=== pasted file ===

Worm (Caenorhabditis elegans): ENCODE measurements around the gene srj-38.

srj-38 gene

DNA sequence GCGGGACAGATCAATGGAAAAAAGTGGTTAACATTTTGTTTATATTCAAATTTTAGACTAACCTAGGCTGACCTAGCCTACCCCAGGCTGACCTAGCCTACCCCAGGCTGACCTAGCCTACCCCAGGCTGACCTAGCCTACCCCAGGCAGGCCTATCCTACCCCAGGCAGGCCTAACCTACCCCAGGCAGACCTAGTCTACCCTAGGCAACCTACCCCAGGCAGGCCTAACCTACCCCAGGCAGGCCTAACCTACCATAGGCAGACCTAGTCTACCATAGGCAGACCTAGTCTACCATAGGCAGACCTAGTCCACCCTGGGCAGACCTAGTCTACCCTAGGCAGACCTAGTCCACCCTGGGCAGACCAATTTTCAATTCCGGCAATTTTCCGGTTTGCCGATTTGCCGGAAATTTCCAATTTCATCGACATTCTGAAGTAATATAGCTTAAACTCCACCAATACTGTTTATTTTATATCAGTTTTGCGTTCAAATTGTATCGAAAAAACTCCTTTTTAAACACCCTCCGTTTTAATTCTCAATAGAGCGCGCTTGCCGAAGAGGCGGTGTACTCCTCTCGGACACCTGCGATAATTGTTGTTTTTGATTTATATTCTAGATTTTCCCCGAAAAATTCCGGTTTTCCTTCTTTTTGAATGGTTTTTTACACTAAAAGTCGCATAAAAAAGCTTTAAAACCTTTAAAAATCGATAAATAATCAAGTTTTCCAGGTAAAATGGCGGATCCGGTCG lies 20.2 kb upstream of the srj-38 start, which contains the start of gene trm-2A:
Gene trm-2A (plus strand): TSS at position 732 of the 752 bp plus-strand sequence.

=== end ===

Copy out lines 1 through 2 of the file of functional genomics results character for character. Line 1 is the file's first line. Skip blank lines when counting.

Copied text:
Worm (Caenorhabditis elegans): ENCODE measurements around the gene srj-38.

srj-38 gene